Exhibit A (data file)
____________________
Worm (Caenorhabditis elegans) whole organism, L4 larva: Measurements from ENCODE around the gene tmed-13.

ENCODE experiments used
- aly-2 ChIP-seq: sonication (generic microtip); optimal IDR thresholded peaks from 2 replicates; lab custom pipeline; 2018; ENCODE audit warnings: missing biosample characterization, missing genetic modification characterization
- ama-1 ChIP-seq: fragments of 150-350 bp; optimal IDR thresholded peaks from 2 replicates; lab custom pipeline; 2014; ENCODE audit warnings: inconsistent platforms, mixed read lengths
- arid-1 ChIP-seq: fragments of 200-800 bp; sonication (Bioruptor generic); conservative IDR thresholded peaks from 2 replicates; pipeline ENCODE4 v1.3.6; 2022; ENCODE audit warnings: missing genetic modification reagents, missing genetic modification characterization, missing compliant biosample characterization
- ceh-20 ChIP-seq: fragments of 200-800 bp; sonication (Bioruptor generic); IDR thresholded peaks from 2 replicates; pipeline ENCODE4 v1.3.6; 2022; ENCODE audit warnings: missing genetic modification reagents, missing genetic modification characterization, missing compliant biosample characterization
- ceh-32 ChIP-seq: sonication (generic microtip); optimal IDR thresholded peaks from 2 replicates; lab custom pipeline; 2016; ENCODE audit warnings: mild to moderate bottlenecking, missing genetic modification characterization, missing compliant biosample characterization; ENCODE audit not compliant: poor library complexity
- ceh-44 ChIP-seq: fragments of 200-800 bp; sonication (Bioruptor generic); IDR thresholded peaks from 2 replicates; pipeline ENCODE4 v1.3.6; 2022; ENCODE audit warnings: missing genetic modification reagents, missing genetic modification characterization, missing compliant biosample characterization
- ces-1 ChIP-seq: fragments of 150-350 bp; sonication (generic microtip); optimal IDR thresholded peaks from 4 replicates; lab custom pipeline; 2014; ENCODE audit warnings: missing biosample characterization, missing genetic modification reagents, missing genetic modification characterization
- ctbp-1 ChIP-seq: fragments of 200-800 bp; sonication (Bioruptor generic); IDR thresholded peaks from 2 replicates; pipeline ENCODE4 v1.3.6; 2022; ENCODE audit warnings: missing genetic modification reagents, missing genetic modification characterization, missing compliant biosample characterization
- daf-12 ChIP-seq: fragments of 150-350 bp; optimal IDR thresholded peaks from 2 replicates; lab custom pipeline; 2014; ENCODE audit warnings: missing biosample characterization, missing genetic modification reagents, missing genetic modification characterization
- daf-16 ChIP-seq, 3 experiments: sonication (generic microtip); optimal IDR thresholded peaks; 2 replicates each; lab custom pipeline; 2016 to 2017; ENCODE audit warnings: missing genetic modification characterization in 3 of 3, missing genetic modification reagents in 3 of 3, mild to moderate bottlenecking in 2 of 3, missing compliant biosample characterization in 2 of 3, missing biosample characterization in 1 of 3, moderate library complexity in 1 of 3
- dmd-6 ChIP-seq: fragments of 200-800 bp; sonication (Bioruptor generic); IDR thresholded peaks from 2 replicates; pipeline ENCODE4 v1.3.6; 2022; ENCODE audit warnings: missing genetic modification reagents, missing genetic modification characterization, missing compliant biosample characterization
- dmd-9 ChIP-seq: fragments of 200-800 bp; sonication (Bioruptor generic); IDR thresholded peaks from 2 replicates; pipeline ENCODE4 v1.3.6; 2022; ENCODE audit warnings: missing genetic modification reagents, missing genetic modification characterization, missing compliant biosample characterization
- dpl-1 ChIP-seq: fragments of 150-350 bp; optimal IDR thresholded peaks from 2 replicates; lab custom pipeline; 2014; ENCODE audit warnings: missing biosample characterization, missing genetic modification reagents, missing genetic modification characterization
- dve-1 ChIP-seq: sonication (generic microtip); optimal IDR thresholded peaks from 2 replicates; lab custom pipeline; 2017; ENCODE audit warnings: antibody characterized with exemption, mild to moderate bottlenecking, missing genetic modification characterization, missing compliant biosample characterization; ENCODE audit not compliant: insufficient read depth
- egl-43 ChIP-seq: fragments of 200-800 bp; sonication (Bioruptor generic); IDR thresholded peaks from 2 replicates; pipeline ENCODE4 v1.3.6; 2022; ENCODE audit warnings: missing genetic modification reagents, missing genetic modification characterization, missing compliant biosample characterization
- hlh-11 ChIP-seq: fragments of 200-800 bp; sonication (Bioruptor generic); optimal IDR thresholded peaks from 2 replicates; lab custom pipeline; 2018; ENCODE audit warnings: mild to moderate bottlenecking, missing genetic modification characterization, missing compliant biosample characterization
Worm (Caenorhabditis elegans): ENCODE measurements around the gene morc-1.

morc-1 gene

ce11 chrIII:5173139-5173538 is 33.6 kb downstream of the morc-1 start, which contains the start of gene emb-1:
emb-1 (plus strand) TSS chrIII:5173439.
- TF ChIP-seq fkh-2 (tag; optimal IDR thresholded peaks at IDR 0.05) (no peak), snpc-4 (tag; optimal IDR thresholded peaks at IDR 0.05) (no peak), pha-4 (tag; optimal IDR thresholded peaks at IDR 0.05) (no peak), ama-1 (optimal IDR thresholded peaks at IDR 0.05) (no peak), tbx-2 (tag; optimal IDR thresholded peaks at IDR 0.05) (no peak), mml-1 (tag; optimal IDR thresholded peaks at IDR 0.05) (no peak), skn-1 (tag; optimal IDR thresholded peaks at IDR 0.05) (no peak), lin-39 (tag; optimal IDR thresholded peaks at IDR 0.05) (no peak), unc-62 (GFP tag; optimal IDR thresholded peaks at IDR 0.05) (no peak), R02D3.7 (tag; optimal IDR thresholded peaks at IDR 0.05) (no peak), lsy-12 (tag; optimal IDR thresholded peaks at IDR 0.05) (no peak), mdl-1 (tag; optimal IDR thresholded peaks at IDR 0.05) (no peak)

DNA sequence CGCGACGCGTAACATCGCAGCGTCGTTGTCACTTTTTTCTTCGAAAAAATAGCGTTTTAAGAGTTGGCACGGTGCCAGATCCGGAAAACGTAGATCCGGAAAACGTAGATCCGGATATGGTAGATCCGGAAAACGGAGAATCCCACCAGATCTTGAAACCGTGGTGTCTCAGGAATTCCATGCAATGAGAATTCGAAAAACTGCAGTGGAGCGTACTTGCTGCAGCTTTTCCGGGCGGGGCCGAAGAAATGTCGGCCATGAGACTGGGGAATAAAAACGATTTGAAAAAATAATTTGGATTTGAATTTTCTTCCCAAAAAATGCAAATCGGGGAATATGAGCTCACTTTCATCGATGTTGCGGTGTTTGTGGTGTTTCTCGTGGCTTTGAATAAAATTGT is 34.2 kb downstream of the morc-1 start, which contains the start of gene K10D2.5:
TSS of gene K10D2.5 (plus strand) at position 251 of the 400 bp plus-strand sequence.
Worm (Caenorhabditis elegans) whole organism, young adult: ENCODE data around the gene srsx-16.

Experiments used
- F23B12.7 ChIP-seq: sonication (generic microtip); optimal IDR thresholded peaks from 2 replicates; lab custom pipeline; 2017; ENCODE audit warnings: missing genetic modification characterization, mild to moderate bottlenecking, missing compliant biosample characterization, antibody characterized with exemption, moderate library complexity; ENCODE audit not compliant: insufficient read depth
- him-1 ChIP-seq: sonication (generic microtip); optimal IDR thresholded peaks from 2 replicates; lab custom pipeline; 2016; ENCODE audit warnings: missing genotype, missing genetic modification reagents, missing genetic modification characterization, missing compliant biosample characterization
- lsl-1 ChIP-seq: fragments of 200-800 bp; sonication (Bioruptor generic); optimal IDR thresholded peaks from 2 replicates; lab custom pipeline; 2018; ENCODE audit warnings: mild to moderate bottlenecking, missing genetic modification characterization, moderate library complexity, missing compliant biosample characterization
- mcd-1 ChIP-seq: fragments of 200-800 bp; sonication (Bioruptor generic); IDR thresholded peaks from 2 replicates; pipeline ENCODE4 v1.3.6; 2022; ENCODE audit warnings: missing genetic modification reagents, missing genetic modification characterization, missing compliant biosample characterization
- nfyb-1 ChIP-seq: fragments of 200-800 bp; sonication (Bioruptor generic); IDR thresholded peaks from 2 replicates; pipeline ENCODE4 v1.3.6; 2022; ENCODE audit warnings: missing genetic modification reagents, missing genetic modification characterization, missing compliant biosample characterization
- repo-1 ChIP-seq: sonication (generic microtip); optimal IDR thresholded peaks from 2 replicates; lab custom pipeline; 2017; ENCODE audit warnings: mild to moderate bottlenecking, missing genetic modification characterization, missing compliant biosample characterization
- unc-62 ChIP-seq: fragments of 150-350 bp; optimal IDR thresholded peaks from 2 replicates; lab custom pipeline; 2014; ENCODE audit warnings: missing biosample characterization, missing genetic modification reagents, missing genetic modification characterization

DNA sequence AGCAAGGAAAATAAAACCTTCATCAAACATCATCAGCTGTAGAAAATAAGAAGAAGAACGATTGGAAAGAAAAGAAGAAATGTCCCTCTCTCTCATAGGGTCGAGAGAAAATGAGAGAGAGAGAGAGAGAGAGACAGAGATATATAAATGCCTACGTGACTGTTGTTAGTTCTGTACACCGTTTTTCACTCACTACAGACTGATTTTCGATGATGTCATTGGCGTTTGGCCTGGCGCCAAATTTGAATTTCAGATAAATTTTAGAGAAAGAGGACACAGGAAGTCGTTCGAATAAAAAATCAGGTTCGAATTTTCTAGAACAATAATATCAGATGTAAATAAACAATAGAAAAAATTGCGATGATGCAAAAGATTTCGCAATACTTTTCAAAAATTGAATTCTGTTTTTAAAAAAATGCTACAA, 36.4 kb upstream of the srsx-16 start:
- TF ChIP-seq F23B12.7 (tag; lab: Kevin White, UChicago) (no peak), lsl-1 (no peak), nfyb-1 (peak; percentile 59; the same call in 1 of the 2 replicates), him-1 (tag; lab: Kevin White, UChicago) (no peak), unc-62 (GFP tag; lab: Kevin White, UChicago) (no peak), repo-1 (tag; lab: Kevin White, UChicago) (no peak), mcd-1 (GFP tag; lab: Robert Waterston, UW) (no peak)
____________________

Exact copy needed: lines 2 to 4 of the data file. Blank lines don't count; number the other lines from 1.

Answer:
ENCODE experiments used
- aly-2 ChIP-seq: sonication (generic microtip); optimal IDR thresholded peaks from 2 replicates; lab custom pipeline; 2018; ENCODE audit warnings: missing biosample characterization, missing genetic modification characterization
- ama-1 ChIP-seq: fragments of 150-350 bp; optimal IDR thresholded peaks from 2 replicates; lab custom pipeline; 2014; ENCODE audit warnings: inconsistent platforms, mixed read lengths